Add onions and oil to a large skillet and cook over medium high heat for 8 to 9 minutes, or until they are golden brown. Add the carrots, mushrooms and broccoli and cook for 4 minutes. Stir in the salt, pepper, marjoram, rosemary, and paprika. Add the butter. When the butter melts, stir in the flour. Add the cream and chicken stock, and let the liquids simmer for 2 to 3 minutes, until they reduce slightly. Add the chicken and the frozen peas and green beans, and turn off the heat.

Transfer the filling into a small casserole dish or individual ramekins. Unfold the puff pastry sheet, place it over the ramekins and trim any overhang.

In a small bowl, whisk the egg yolk and milk to combine. Lightly brush the top of each pot pie with a bit of the beaten egg mixture. With a knife, cut a few vents in the puff pastry to let the steam escape.

In another bowl, mix the cheddar, pepper, and thyme. Distribute the cheddar mixture evenly over the top of each pot pie. Place the ramekins on a baking sheet.

Bake the pot pies for 30 to 35 minutes, or until the pastry is golden and the filling is bubbling.

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Who needs Halloween?

Halloween escaped me this year. I’m normally the first one vying for a pumpkin to carve or dreaming up my costume. Last year I proudly crossed town in my mustard yellow tights and matching ballet flats, white skirt and orange tank as none other than Halloween’s hallmark treat, candy corn. I’ve also been known to don toilet paper rolls (sans paper) in my hair to help replicate princess Jasmine’s voluminous hairstyle. I was in fourth grade and man, was I proud of that costume. I’m typically a sucker for the costumes and candy, but somehow, this one creeped up on me and stealthily slithered beneath my radar. And I have to admit, I was a little disappointed.

That’s not to say I’ve skipped out on Fall decorations, alltogether. My fireplace is swathed in crimson, green and gold leaf garland, wonderfully lumpy goards and a few stems of those delicate orange plant pods I believe are known as japanese lanterns. A row of baby pumpkins proudly marches across my coffee table and a pile of speckled Indian corn, papery husks and all, graces my window sill. The whole scene is so lovely, I couldn’t bear to disturb it by butchering my tall twisty-stemmed pumpkin to craft a jack-o-lantern. And so the holiday went by without so much as a flickering spooky face, which also means I can’t serve up the recipe for candied pepitas (pumpkin seeds) I had planned for this week. Don’t worry, though, I candy walnuts in much the same way for a tasty salad of apples, pears and blue cheese that I will share with you in the weeks to come.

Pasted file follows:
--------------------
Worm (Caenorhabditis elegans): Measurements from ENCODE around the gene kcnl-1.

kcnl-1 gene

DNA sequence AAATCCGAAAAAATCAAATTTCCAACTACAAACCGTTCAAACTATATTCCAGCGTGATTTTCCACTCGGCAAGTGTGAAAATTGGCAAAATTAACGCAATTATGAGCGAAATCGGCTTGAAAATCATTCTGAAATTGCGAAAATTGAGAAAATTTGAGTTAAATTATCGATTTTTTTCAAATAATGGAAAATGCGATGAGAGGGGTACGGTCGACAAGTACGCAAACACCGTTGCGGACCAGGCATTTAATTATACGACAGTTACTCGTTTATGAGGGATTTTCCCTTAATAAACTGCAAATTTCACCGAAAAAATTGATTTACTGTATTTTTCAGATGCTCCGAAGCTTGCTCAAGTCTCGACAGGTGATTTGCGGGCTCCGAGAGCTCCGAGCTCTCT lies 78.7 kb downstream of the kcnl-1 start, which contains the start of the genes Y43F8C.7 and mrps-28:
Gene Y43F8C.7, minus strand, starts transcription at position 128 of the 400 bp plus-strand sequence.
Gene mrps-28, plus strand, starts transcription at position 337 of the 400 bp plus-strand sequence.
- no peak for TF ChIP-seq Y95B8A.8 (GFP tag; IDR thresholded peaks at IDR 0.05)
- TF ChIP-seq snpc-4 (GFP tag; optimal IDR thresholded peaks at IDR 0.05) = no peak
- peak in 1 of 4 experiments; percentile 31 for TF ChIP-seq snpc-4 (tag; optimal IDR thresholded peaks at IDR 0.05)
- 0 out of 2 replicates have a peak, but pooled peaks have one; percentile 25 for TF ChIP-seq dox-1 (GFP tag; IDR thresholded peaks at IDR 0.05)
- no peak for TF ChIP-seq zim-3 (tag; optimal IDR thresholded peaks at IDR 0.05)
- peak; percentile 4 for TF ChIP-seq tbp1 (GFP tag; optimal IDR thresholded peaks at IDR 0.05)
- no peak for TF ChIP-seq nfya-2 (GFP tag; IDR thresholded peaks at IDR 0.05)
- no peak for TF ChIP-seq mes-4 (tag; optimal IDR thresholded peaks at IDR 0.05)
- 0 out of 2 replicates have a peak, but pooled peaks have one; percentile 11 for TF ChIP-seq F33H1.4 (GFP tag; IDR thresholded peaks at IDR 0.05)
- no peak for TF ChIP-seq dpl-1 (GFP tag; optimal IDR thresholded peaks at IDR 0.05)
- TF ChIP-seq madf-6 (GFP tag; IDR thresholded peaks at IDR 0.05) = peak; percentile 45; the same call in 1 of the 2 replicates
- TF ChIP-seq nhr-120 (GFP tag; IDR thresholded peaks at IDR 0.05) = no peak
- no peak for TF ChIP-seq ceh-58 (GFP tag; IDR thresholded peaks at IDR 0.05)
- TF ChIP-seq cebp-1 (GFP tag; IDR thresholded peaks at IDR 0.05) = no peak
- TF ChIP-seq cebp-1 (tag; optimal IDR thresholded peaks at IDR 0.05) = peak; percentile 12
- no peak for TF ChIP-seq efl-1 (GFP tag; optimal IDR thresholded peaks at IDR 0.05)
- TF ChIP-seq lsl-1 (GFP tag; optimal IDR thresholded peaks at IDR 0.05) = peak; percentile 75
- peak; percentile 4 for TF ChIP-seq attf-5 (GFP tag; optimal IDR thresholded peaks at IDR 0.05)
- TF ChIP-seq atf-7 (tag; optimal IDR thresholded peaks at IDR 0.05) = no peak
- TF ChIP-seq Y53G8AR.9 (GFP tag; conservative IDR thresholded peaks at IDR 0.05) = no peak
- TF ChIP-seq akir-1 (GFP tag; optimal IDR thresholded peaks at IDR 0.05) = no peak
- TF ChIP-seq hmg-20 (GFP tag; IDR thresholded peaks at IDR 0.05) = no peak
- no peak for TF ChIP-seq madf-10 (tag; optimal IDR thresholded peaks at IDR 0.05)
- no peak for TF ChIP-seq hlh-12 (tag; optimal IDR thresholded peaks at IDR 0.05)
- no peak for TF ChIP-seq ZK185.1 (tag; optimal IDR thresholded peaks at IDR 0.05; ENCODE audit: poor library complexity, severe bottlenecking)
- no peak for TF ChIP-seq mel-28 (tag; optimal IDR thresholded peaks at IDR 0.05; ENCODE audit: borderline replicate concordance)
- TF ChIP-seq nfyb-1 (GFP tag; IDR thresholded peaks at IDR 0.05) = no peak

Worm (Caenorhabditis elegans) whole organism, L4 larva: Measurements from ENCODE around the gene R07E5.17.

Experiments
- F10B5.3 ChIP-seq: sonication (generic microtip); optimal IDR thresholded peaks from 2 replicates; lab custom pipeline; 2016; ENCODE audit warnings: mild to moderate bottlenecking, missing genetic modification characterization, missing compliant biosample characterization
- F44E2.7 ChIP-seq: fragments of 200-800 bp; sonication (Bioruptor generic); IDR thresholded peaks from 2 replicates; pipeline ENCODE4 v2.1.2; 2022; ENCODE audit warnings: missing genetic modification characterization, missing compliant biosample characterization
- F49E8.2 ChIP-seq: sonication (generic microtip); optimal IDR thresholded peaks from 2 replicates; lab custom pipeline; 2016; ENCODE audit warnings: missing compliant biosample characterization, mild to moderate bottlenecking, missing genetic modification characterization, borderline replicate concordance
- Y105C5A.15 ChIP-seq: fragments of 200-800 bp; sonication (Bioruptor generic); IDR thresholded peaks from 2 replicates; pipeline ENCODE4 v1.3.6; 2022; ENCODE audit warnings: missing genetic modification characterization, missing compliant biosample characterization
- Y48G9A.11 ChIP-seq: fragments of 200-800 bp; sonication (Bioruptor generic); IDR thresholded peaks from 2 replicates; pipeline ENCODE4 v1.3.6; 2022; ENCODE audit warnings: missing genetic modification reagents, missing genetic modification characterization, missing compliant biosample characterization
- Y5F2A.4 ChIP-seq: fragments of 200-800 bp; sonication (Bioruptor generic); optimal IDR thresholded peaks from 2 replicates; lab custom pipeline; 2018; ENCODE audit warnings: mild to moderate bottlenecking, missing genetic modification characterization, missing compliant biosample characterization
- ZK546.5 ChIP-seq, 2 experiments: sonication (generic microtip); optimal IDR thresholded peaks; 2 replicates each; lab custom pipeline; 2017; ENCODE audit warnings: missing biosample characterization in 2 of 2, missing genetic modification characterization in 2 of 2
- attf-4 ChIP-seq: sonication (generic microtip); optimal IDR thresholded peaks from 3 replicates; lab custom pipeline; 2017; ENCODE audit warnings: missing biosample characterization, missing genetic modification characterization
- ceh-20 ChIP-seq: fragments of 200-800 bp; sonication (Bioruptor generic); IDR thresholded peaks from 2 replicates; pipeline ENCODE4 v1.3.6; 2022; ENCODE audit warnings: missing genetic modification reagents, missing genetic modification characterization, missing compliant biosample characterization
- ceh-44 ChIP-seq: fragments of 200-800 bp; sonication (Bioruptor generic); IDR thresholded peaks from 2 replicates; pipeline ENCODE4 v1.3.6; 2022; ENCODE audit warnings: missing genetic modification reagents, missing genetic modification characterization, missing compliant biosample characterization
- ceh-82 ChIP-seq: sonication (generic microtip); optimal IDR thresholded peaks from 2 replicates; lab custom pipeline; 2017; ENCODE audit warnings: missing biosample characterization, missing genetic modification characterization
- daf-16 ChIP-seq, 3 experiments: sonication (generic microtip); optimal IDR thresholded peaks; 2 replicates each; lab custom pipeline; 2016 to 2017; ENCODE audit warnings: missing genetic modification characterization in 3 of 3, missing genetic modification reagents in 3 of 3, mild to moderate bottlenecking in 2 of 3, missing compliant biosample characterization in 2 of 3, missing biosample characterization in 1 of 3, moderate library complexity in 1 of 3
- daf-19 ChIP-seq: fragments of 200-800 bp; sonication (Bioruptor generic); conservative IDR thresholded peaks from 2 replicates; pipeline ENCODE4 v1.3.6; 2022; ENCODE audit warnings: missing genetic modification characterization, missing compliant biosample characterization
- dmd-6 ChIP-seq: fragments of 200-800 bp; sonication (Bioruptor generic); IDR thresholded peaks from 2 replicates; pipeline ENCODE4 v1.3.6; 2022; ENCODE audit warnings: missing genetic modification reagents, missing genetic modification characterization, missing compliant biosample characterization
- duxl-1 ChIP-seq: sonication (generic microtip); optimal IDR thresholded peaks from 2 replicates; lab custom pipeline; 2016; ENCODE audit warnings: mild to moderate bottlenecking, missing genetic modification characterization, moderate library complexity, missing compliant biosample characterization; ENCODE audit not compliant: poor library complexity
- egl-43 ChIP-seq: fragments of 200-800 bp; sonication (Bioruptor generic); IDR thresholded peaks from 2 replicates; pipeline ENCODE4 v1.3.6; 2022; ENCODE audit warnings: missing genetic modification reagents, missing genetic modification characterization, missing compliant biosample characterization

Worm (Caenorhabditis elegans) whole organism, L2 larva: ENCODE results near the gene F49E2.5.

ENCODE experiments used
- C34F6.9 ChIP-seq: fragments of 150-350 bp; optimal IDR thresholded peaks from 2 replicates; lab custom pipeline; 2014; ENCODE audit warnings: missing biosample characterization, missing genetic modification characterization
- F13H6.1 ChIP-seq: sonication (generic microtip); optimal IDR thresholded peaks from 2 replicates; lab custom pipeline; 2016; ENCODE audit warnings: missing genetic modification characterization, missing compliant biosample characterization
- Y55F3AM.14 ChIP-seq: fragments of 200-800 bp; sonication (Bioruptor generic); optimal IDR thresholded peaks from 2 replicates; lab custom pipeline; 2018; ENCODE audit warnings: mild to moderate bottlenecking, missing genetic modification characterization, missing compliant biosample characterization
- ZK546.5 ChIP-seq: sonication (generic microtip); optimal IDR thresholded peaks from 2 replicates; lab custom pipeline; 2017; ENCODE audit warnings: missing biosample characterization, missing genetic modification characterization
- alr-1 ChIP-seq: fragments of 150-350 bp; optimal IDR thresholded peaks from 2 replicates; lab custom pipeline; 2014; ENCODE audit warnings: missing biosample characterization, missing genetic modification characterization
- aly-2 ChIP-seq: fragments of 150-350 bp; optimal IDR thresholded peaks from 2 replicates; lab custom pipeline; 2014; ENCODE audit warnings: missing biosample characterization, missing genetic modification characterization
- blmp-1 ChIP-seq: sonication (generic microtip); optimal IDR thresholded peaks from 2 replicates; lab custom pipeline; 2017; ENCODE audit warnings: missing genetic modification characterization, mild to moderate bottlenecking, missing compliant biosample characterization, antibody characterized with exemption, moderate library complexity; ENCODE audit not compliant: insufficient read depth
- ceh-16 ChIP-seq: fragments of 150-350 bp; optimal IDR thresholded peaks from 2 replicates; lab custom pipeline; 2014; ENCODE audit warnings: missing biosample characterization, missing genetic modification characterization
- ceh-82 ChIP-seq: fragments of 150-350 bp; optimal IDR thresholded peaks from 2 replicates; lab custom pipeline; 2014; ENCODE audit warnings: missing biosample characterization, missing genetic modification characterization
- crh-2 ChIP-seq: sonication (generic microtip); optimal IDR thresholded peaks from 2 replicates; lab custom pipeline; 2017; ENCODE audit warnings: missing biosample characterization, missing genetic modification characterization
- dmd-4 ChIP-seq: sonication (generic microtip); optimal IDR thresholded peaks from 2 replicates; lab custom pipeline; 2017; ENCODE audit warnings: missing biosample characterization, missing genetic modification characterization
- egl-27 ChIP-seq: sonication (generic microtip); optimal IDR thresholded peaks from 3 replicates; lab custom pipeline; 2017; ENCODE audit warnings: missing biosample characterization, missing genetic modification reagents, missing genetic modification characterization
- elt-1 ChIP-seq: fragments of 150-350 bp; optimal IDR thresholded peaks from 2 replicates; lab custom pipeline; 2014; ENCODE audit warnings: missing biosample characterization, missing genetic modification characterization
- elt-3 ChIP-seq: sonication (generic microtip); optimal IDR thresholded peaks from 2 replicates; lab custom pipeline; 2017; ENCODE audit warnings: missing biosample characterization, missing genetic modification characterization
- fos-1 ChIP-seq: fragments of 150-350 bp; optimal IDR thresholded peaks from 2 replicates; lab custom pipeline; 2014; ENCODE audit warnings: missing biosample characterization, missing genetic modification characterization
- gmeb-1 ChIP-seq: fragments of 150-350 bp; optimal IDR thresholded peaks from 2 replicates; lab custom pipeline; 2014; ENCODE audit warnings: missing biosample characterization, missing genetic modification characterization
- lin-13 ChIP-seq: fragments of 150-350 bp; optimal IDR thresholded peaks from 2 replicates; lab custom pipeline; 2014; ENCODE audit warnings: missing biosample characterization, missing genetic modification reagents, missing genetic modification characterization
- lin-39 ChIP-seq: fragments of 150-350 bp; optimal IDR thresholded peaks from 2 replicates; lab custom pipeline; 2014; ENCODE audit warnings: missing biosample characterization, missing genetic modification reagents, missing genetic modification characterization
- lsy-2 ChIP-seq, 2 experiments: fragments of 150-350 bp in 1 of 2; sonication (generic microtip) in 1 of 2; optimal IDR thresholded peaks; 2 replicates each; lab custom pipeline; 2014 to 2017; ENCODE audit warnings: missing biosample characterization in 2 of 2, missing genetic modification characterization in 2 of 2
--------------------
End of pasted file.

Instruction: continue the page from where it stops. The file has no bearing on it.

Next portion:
In the absense of those little pepitas, I will offer you, instead, some lovely views of Central Park, alive and beginning its Autum blaze. That, and a shot of the most delicious waffle I have ever tasted. Seriously. Better even than the mile-high malted belgian waffle that I thought was the best kept secret of a little coffee shop back home. Even piled high with fresh fruit and real whipped cream, it doesn’t hold a candle to the one I had last weekend.

Have you ever had a real Belgian waffle? I thought I had–dusted in powdered sugar and served to me in cracked vinyl booths alongside small pitchers of hot syrup. Little did I know that there is nothing really Belgian about those sugar-soaked confections, tasty as they may be. Enter: Wafels and Dinges, the waffle truck that changed my waffle perception forever during a random stroll in Central Park.

Apparently, there are two types of truly “Belgian” waffles–referred to as the Brussels and the Liege, named for their city of origin. You can read more about their distinctions, here; I am sticking to the Liege waffle since that’s what Wafels and Dinges serves up. While the Belgian waffles we are accustomed to here in the States are thick, fluffy and deliberatly shaped, a Liege waffle is thinner and sort of mishappen with a surprisingly hearty chew and a distinctive springiness not unlike a good raised donut. The outside is cripsy and studded with tiny pockets of caramelized pearl sugar, the sweet charcteristic of this Belgian snackfood.

As for toppings? No syrup or whipped cream for me, thank you. I’m a speculoos girl, now. And if you taste this creamy spread that “looks like peanut butter and tastes like graham crackers and ginger” (according to friendly Wafels & Dinges Dude), you’ll be converted, as well. There’s really no other way to describe it–he hit the flavor profile right on the money. With my new favorite waffle slathered in spice, a rocky seat in Central Park and the boy at my side, I couldn’t have asked for a nicer Sunday. Hallo-what?